Bandipora: The family of Bashir Ahmad Bhat, a 35-year-old shopkeeper in the Nadihal area of Bandipora district, alleges that he has been charged under the Public Safety Act (PSA) and shifted to a jail in Jammu because he had shot a video of an accident in which an elderly woman was run over by an army truck and killed.
The accident had taken place on July 14, 2021, when a convoy of army trucks passed through Nadihal village. After the accident, which had taken place in front of his shop, Bashir was one of eight people picked up by the police for allegedly inciting violence, instigating youth and sloganeering near the accident spot. While all these eight people, including Bashir, received bail 15 days later, the police detained Bashir for a little longer, saying that certain legal formalities had to be completed, but charged him the same day under the PSA and shifted him to a jail in Jammu.
‘He did not shout slogans’
The police report on Bashir reads: “On reaching the accident spot, police party witnessed a group of people chanting pro-Pakistani and anti-India slogans. Police received a report, which revealed that Bashir was among the accused who chanted slogans also (sic).”
However, Bashir’s family denied these allegations and said that Bashir had been detained because he had shot a video of the accident.
“A few videos of the accident, including the one shot by Bashir, went viral on social media that day and he was detained because of the video,” alleged a relative of Bashir on the condition of anonymity. “The police came to his shop and took him away. They said they needed to investigate a few things and would release him later, but he wasn’t released.”
Bashir’s family claims that they had had no idea about the PSA charge until Bashir called them via another person’s phone to say that he had been shifted to Jammu and had been booked under the PSA.
“Since then we have had no idea about his whereabouts and wellbeing,” said Shameema, Bashir’s wife.
Bashir has no past history of stone pelting, FIRs or any kind of trouble-making reputation, say the members of his family as well as their fellow villagers.
In fact, although the police report on July 14 had quoted Ali Muhammad Gani, the chowkidar of Nadihal area, as saying that Bashir had tried to disturb the peace in the area, Gani himself told The Wire that Bashir had not shouted any anti-national slogans at the accident spot and was innocent.
“Unintentionally and unaware of the consequences, Bashir shot a video of the incident which went viral later, but as far as I know, he did not shout any slogans there,” Gani said.
Shameema pointed out that Bashir can clearly be seen in his own video. “He is not shouting slogans. He is just talking about the accident and requesting the amplification of the video. They have put him behind bars and slapped him with the PSA only in reprisal,” she alleged. “Hundreds of videos of such accidents go viral on social media every day. Why was only my husband booked for shooting a video?”
Struggling to eat
With Bashir in jail, Shameema and their two small children have been struggling even to eat. Bashir was the sole earning member of the family and had recently taken a loan of Rs 35 lakhs from the bank and from other traders to set up his shop. Ever since he was arrested, the shop has been closed.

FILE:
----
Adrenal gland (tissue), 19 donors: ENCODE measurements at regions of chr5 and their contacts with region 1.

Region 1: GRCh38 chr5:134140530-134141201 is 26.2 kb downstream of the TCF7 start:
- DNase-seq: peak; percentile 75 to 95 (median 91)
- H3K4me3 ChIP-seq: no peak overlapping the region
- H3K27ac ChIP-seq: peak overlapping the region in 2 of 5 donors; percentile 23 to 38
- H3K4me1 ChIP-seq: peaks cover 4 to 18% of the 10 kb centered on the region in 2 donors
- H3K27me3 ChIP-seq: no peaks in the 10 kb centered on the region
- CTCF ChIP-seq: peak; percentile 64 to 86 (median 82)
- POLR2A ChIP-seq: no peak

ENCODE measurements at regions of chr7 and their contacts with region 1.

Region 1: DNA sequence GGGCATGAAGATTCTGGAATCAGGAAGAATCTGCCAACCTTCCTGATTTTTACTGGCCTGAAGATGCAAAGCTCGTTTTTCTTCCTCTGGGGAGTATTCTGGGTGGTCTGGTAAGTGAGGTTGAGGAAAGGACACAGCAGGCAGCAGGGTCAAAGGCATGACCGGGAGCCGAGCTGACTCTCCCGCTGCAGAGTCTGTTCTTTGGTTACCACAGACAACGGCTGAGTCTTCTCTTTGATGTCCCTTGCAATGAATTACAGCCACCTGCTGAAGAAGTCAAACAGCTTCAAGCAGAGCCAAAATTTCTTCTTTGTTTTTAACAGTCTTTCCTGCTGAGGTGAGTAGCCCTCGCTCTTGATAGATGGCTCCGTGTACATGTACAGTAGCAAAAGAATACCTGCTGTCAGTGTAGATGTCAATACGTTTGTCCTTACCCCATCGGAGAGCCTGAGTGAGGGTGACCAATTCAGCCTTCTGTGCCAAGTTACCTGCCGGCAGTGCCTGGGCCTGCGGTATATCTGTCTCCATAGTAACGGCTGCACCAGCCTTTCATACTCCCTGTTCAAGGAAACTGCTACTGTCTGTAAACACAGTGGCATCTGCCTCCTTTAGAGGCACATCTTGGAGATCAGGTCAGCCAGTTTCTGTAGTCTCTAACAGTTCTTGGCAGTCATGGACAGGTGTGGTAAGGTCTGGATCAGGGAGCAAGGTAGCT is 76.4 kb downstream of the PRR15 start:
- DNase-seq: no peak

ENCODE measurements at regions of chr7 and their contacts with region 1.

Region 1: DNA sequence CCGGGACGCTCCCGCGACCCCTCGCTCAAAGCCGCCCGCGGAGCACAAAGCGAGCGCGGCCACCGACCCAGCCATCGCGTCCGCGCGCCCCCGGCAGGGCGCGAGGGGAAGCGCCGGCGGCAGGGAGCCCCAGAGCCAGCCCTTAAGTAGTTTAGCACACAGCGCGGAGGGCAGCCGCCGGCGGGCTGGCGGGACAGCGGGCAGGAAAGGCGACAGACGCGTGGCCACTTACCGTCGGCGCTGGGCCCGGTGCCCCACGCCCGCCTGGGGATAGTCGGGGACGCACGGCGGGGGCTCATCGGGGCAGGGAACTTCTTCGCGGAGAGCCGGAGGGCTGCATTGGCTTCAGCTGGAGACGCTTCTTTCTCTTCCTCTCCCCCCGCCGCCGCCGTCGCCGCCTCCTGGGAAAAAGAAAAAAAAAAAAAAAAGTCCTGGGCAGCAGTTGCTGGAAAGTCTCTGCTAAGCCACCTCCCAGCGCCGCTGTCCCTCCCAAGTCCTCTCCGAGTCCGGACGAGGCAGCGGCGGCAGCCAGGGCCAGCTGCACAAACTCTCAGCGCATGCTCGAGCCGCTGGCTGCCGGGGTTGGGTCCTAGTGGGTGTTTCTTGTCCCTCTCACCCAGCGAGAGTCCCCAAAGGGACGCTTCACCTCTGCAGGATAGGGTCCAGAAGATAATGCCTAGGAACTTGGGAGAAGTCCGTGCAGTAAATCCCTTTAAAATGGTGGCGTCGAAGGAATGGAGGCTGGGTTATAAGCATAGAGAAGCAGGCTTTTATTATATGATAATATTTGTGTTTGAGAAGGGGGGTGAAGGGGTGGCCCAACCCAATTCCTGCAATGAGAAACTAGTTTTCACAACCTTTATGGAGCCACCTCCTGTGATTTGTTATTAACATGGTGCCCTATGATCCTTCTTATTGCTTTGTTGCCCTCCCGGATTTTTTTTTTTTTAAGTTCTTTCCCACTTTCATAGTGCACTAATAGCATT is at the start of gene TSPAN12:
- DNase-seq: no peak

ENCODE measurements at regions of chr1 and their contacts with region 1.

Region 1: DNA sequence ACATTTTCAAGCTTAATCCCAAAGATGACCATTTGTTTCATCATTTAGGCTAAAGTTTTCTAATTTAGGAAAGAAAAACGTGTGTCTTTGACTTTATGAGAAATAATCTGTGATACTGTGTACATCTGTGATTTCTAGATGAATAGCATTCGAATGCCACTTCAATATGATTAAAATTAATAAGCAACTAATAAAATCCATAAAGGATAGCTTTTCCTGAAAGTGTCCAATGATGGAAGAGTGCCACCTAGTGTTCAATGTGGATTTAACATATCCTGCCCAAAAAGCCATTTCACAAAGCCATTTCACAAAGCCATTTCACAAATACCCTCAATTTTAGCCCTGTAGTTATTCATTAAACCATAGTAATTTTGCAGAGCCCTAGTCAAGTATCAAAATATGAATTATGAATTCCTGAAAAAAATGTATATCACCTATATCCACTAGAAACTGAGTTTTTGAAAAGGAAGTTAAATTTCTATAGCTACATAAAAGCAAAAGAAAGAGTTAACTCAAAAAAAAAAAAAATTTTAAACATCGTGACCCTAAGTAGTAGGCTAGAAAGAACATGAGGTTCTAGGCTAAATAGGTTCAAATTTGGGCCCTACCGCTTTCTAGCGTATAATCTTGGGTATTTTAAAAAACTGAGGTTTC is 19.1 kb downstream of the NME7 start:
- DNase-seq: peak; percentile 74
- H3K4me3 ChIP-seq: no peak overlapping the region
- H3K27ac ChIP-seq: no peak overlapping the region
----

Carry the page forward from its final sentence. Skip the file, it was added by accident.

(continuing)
“I am a lactating mother, but sometimes I have to skip meals,” said Shameema. “Sometimes relatives or neighbours bring us some food. There is nobody to look after me and my children. I cannot manage without my husband.”
So far, Bashir and Shameema’s four-year-old son has no idea that his father is in jail. “When he asks about Bashir, I tell him that his father has gone to Jammu for some work and will return with toys for him,” said Shameema.
Even on Eid on July 21, Shameema and the two children went hungry. “For me and my children, Eid was no less than a funeral,” she said.
Javid Ahmad Koka, the station house officer of the Aragam police station, refused to comment on the matter. He told The Wire only that Bashir had been detained as a preventive measure and that was all he was allowed to say.
‘A draconian law’
The PSA, according to advocate Habeel Iqbal, has been misused in Kashmir for a very long time, used constantly by the authorities to suppress the voices of innocent people.
According to a report published in the Indian Express, official police data from Jammu and Kashmir reveals that in the year 2019, 699 people had been detained under the PSA. In 2020, 160 people were charged under the Act and by the end of July this year, about 95 people had been detained under the PSA. Of all these people, 284 continue to remain in detention.
Originally, detainees under the PSA were kept within the erstwhile state of Jammu and Kashmir. But an amendment in the Act in August 2018 made it possible for those charged under it to be detained outside the Union Territory as well.
Shameema cannot afford to hire a lawyer or go to Jammu to meet her husband in jail.
“I cannot afford to fight this battle or go to Jammu. I request the authorities to release my husband on humanitarian grounds or shift him to any jail in Kashmir so that I and my children could at least see him often,” she said.